PMI fell to 52.0 in June: Weak finish to the second quarter
The PMI dropped to 52.0 in June compared with 53.1 in May. This marks the second largest decline so far this year, and even though the PMI has trended sideways in recent months, the downside economic risks have remained high, says Jörgen Kennemar, who is responsible for analysis of the PMI at Swedbank.
PMI rose to 53.1 in May: Stabilization in industrial activity
The PMI rose to 53.1 in May compared with 50.9 in April, which is the highest level since November 2018. The downward trend in the PMI has been broken, suggesting that the Swedish industrial sector is stabilizing with help from a weak krona despite global uncertainty, says Jörgen Kennemar, who is responsible for analysis of the PMI at Swedbank.
PMI dropped to 50.9 in April: Weak start to the second quarter
The PMI fell to 50.9 in April compared with 52.5 in March. It was a broad decline with three of five sub-indexes contributing to the downturn. While this indicates a further slowdown in manufacturing activity, individual monthly outcomes should be interpreted with caution, says Jörgen Kennemar, who is responsible for analysis of the PMI at Swedbank.
PMI rose to 52.8 in March: Manufacturing activity stabilizes
The PMI registered a marginal increase in March to 52.8 from 52.7 in February. This marks the second consecutive month that the index has risen, but in reality is more a sign that manufacturing activity has stabilized than that it has strengthened, says Jörgen Kennemar, who is responsible for analysis of the PMI at Swedbank.
PMI rose to 52.5 in February: Recovery from low level
The PMI rose to 52.5 in February from 51.7 in January after having fallen two months in a row. It is positive that manufacturing activity strengthened in February, though from low levels. But at the same time production plans have become less optimistic, indicating increased uncertainty about growth prospects going forward, says Jörgen Kennemar, who is responsible for analysis of the PMI at Swedbank.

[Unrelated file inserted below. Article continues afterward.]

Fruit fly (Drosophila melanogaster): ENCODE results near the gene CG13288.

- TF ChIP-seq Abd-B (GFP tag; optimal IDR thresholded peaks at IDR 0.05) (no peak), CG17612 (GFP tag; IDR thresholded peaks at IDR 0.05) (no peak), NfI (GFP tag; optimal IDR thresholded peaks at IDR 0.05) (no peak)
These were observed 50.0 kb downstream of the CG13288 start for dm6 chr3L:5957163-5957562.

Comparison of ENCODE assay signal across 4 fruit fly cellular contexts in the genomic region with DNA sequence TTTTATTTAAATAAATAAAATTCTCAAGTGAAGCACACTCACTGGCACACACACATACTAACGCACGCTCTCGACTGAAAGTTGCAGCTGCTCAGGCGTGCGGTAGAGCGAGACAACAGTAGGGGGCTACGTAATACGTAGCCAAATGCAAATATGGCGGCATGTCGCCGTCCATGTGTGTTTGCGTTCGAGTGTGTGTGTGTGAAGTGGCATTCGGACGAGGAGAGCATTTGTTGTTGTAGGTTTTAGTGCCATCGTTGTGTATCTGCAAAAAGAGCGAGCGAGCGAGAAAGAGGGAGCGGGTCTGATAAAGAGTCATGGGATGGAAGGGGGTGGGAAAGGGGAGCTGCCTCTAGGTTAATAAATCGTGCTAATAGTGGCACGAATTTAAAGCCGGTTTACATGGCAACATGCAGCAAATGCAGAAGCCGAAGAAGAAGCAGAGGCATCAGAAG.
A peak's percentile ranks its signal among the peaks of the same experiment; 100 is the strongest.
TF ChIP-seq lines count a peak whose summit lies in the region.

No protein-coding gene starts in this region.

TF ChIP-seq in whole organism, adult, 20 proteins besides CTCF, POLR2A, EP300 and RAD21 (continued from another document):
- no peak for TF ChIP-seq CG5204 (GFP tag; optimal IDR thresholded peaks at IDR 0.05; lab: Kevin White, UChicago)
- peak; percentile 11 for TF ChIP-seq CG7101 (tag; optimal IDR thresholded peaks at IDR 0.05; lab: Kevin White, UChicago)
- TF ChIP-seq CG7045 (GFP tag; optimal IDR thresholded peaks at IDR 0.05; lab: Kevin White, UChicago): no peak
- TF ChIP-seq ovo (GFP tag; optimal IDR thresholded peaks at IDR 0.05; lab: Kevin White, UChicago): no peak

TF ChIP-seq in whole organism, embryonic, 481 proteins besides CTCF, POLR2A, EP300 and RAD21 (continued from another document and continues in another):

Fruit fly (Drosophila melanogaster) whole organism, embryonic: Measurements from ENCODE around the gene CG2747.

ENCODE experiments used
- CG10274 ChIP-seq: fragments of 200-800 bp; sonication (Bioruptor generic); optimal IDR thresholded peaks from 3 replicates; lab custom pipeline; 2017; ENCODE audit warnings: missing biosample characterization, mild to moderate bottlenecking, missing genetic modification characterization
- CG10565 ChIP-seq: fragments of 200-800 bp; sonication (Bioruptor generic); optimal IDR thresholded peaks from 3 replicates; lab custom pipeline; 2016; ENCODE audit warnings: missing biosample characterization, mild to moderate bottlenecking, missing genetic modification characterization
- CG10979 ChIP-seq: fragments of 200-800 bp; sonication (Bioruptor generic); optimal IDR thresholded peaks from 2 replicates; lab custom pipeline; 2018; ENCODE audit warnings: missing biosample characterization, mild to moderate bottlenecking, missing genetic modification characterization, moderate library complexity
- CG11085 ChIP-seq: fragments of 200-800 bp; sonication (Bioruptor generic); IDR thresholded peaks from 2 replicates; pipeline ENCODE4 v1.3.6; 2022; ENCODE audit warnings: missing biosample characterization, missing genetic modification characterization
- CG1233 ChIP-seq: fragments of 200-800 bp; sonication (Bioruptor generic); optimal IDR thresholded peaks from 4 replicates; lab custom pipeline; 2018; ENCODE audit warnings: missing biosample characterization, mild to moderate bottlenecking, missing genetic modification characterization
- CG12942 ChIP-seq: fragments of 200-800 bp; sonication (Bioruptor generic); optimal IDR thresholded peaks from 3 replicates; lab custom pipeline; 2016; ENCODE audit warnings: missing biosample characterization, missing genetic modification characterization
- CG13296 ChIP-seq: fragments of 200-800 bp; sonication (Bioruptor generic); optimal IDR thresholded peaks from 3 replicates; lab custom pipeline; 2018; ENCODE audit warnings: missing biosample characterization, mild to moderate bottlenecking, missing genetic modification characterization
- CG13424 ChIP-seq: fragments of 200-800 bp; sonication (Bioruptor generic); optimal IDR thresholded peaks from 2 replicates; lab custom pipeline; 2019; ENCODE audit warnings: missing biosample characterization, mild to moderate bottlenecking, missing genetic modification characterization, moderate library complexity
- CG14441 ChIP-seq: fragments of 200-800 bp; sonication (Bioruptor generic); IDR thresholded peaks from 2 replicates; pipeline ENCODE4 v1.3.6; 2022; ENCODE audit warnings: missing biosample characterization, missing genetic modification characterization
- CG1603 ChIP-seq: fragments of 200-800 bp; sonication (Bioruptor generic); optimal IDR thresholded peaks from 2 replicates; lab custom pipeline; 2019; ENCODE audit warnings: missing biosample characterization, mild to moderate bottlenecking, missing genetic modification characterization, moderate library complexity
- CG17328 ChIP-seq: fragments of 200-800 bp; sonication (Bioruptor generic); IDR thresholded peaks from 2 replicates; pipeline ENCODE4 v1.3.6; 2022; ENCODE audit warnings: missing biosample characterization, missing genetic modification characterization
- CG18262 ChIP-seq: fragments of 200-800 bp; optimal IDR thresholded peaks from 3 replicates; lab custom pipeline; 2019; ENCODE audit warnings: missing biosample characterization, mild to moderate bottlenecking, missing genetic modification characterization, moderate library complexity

PMI falls to 51.5 in January: Manufacturing continues to slow
The PMI fell in January to 51.5 from 51.8 in December, reaching the lowest level since February 2016. This means that manufacturing activity continued to slow in the first month of the year. The reason for increased caution going forward is the trend in new orders and order backlogs, which fell to the lowest level in three years, says Jörgen Kennemar, who is responsible for analysis of the PMI at Swedbank.
PMI fell to 52.0 in December: Weak finish to 2018
The PMI dropped in December to 52.0 from 55.4 in November, reaching the lowest level since the beginning of 2016. The December reading showed a broad decline and means that Swedish industrial activity lost momentum at the end of 2018, says Jörgen Kennemar, who is responsible for the analysis of the PMI at Swedbank. Monthly readings should be interpreted with caution, however, because of which the next months will be critical to where the economy is headed, Jörgen Kennemar notes.
PMI rose to 56.7 in November: Expansion despite economic jitters